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University of Basel

Talking about language

Text: Sarah Schupp

Martin Luginbühl is a language enthusiast. His passion as Professor of German Studies is for applied linguistics – such as language use in the media.

Prof. Martin Luginbühl. (Image: University of Basel, Andreas Zimmermann)
Prof. Martin Luginbühl. (Image: University of Basel, Andreas Zimmermann)

Never really a bookworm, Martin Luginbühl has however been fascinated by language since he realized the huge impact words can have as a young boy in Schaffhausen. “In a family of three children, there is always a lot of talking and verbal negotiation. And because, as the youngest, I was seldom able to physically defend myself against my siblings, I practiced verbal resilience,” he says with a smile. He later decided to study German in Zurich – where he still lives with his family – drawn initially by ideas of grammar and syntax. While at university, however, Luginbühl learned about applied linguistics and entered a previously unknown linguistic world. From that point on, he focused intensively on the use of language in specific contexts and on observing authentic communication.

Constructing reality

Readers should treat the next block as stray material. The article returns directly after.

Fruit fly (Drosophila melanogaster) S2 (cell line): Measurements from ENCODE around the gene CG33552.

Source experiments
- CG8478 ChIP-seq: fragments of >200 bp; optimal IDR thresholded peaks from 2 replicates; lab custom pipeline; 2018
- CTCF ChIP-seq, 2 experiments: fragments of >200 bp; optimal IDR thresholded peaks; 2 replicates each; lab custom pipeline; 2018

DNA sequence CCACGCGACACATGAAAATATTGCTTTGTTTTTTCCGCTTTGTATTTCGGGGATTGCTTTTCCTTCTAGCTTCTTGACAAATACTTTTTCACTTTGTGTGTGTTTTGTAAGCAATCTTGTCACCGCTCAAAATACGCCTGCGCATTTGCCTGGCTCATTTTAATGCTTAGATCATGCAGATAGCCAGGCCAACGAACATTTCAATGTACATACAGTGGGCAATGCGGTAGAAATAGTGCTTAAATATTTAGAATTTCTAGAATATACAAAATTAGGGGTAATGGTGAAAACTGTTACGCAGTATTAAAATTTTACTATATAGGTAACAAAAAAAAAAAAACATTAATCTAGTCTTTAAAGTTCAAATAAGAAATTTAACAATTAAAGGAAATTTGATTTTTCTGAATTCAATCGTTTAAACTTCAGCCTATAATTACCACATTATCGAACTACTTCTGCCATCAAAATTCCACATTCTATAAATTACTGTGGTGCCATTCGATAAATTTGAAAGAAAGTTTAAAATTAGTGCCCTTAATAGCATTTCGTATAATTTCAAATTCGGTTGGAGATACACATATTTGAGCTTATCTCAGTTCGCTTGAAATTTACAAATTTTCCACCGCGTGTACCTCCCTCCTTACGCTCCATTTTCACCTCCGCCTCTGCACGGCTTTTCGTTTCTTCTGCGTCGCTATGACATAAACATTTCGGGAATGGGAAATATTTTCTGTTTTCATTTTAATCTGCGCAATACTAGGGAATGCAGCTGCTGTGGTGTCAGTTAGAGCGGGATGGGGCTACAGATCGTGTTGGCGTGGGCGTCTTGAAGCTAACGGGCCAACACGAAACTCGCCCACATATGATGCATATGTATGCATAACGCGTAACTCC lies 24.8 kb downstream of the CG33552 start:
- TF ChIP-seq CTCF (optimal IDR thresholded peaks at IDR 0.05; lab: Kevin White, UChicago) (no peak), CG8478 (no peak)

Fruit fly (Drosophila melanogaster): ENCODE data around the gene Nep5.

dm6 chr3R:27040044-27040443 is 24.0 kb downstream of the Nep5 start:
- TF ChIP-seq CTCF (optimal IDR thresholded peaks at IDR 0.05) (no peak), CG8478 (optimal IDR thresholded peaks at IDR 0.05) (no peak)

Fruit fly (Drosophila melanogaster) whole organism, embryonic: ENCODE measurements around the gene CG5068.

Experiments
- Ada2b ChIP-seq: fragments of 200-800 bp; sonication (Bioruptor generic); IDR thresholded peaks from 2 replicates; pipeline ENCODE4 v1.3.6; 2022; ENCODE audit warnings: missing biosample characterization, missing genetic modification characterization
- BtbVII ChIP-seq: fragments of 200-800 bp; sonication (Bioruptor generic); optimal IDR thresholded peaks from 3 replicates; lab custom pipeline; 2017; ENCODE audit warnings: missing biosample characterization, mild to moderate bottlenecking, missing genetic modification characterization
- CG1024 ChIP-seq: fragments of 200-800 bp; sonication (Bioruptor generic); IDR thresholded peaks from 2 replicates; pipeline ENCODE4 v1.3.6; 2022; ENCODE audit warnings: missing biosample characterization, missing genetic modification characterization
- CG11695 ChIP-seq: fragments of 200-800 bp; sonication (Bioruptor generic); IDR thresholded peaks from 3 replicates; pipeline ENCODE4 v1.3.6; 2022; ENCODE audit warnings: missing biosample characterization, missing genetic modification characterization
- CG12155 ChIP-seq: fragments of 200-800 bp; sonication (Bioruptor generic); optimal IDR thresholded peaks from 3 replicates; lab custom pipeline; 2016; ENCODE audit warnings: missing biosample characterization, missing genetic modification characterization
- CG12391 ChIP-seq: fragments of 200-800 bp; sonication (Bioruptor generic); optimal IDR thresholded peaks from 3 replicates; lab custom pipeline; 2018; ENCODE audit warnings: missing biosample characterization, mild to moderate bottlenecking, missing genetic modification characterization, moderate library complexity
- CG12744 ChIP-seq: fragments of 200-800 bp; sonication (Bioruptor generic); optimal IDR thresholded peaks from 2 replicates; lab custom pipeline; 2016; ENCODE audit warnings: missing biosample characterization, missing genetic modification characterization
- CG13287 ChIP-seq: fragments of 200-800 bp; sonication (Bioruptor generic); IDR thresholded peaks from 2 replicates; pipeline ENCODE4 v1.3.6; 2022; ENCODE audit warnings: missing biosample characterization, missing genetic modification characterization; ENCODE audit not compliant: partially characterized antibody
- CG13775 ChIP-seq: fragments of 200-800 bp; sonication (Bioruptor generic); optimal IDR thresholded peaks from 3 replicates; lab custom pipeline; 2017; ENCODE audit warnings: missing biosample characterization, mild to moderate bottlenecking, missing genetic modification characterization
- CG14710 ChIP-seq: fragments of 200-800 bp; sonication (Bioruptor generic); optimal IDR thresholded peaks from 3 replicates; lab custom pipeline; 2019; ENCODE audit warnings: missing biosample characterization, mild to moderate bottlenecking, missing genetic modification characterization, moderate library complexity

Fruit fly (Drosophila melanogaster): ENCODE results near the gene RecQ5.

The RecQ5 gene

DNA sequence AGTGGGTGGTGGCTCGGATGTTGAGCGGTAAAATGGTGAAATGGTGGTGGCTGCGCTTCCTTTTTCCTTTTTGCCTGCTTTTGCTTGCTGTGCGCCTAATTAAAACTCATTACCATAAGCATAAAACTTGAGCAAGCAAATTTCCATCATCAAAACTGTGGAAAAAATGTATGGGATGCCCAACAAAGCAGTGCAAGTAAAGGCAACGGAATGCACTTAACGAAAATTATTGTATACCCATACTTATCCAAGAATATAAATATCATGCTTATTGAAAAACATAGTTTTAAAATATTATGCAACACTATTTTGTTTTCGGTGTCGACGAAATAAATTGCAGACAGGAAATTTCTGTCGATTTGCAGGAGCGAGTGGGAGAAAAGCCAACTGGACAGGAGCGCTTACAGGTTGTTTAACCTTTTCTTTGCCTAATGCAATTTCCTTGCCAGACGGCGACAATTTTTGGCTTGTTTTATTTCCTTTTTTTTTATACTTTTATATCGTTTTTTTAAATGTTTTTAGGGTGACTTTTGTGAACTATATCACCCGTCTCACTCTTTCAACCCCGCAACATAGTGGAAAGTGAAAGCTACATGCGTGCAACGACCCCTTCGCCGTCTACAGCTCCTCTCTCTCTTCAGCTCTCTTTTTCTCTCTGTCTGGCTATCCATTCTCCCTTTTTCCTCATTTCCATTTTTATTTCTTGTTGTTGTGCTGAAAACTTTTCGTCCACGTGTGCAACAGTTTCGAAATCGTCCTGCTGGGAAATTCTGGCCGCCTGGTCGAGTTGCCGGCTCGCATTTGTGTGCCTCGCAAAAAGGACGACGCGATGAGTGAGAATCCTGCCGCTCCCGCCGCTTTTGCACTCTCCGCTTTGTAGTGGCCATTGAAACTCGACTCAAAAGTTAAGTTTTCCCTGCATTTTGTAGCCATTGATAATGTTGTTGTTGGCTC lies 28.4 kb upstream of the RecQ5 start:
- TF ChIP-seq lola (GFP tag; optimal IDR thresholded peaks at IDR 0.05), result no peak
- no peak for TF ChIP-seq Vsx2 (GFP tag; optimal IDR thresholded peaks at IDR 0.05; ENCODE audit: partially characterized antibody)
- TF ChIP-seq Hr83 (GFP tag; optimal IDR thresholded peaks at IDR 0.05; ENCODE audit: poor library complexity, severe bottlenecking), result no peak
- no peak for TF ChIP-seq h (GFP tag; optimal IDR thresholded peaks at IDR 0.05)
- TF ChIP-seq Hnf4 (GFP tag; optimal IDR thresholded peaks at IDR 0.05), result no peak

Around a year ago, the 47-year-old academic moved into his office in the German department on the idyllic Nadelberg in Basel, where he researches and teaches media linguistics and conversational analysis. In fact, he is less interested in language as a system of signs than in its effect on social interaction and its use for specific purposes. Media linguistics is the perfect way to answer these questions. In his doctoral dissertation, Gewalt im Gespräch (Conversational Violence), Luginbühl examined the effects of linguistic behavior on “Arena”, a TV political debate program. Subsequently, he researched the linguistic construction of media reality: “This looks at aspects such as how information changes as it passes through media processes – from a press conference to a media release through to radio, TV, and newspaper reports,” he explains.

Watching the daily news

When talking to Luginbühl, it quickly becomes clear that he is particularly interested in TV news programs and the way in which they present information to the public as authentic reality. He was surprised by the findings of his analysis on the historic development of the ’Tagesschau’ daily news program on the channel SRF: In the beginning, in the 1950s, two thirds of its segments were a mixture of information and entertainment. For example, the news shows broadcast a piece on a ballerina who performed with a tiger – “pure entertainment.”

Over the next 20 years, newsreaders became very sober and distanced, as Luginbühl’s analyses show. In the 1980s and 1990s, he noted another clear paradigm shift in reporting: The earlier newsreaders were replaced by presenters who created an emotional and local connection with the audience; correspondents were shown directly at the scene of the action. Luginbühl explains that, currently, correspondent reports are again showing a tendency toward sober, factual language, while introductions remain entertaining and dynamic. “The history of ’Tagesschau’ isn’t a continuous evolution toward more entertainment; it’s more of a wave-like movement.”